In keeping with most first time games, we managed to miss a couple rules early on. We forgot about the towers until midway through the second tile pile and then added one is to close out the previously placed walls and start the wall count anew. After a couple references back to the rules for a refresher on the scorng conditions and resulting points things began to flow smoothly. We found that in our game meeples were quickly in short supply as there were two means of locking them up until end-game scoring, guards and stewards. In combination that created a dearth of scoring late in the game and slowed the addition of additional wall segments during the third tile stack. As a result, we ended our game by using all the tiles and only about half of the wall segments. Maria took an early lead from several road segments and market scores but I slowly edged past her to win by about 10 points gaining an advantage during the end game scoring of stewards. My conclusion? The City is definitely the most strategic of the series. The elimination of some of the adjacency requirements on tile placement opens them up to more potential play locations, wall placement can steer the direction of scoring growth, and the emilination of meeple-in-meeple-out scoring means that some advance commitment is required for each scoring earned...no more little pick-up scores. I like that. My overall impression is positive. It's not a must buy, but is certainly enjoyable and it is a positive evolution of the Carcassonne system. I'm just not sure that is enough to tip it into the buy list.
My Rating: 7
We then wandered back to the game library and checked out the special table with the latest Essen releases. Indonesia was there but I wasn’t sure if we had the time and energy to commit to that yet. My next immediate interest was with Kaivai which we grabbed just as Derk walked in and offered to ‘splain it to us. We rounded up two others to join us, including Troy who had flown in all the way from Australia. Now I won’t comment too much on Derk’s ‘splainin other than to point out that during the latest BoardGames To Go podcast #42 when Mark Johnson comments about the difficulty Derk had with explaining Kaivai, Derk notes that Mark's game was his 5th time explaining the game. We were his first…
As others have noted, the rules to Kaivai are a bit confusing, but not overwhelmingly so, provided one spends the time to absorb them. We played the game twice during BGG.CON and, while I struggled with the rules in the first game, they became clear and easier to explain for our second game (once I had read through them myself and had one muddled play under my belt as a reference). And so on that note I will provide a rather detailed explanation of the game to better guide future players. (Note: the publisher's English rules can be found here.)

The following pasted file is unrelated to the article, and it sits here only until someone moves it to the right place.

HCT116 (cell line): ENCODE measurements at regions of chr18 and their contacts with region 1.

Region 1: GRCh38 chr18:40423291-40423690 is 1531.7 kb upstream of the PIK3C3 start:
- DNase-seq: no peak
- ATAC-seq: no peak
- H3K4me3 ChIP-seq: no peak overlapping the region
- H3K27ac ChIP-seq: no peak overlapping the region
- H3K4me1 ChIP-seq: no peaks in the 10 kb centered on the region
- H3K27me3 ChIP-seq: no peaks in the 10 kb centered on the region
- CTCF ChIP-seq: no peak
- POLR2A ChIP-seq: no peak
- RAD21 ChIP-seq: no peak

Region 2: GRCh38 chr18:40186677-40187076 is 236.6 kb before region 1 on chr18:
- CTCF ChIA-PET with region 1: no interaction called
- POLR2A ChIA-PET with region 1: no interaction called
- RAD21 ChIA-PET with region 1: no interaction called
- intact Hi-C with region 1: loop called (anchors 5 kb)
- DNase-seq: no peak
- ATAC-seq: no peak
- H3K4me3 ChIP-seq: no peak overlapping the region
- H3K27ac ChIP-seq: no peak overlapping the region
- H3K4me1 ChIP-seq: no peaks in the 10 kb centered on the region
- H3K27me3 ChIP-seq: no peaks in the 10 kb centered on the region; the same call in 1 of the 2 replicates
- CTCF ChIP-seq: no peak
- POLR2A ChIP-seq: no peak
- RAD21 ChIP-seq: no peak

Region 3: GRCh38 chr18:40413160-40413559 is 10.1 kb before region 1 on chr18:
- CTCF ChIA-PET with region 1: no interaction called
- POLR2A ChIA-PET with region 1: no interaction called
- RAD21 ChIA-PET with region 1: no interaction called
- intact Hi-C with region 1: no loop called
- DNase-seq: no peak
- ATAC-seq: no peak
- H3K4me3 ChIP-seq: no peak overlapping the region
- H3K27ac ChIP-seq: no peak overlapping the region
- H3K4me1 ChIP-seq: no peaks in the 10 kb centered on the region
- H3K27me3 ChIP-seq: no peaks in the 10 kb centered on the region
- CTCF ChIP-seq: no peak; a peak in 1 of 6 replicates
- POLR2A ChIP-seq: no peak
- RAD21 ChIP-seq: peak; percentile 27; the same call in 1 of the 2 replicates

Kaivai is a game of expanding island nations in which each tribe survives on an economy based on fishing, using shells as currency and tokens to the gods for influence. The hex based board playing area consists of an ocean interspersed with multiple starting islands (brown spaces known as cult tiles). At the top edge of the board are circular spaces denoting the six potential actions a player can take on their turn. These include increasing your travel distance, building new huts, fishing, selling your catch, holding a festival to the gods, and taking an additional movement (a basic movement is included in the fishing, selling and building actions). Each player starts with a cache of three fish, three shells (with an initial value of 5 each), and three influence tokens. Players start by founding an island by adding a fishing hut and its associated boat plus one additional building of their choice (another fishing hut, a fishing god temple, or a meeting hut). The second hut may be placed on the same or a different island.
Each player also receives a playing mat on which their turn order bid is tracked, movement range increases are tracked, and the value of the shell currency and freshness of the fish is recorded on a track numbered from 1 to 5. The three shells are placed on the 5 box and represent a total value of 15. As money is spent, change can be made but currency cannot be combined and upgraded (i.e. a 1-value shell and a 3-value shell cannot be combined into a single 4-value shell or repositioned as two 2-value shells). This all becomes relevant at the end of each round when all currency and fish are moved down one space on the value scale. (All 5-value shells become 4-value shells etc.) The fish don’t have any intrinsic value that they are losing, as a fish sold from any box would sell for the same shell value (5, 4, or 3), it’s just that if you don’t sell it before it ends up in the 1-value box it will slide off the end of the chart and be gone.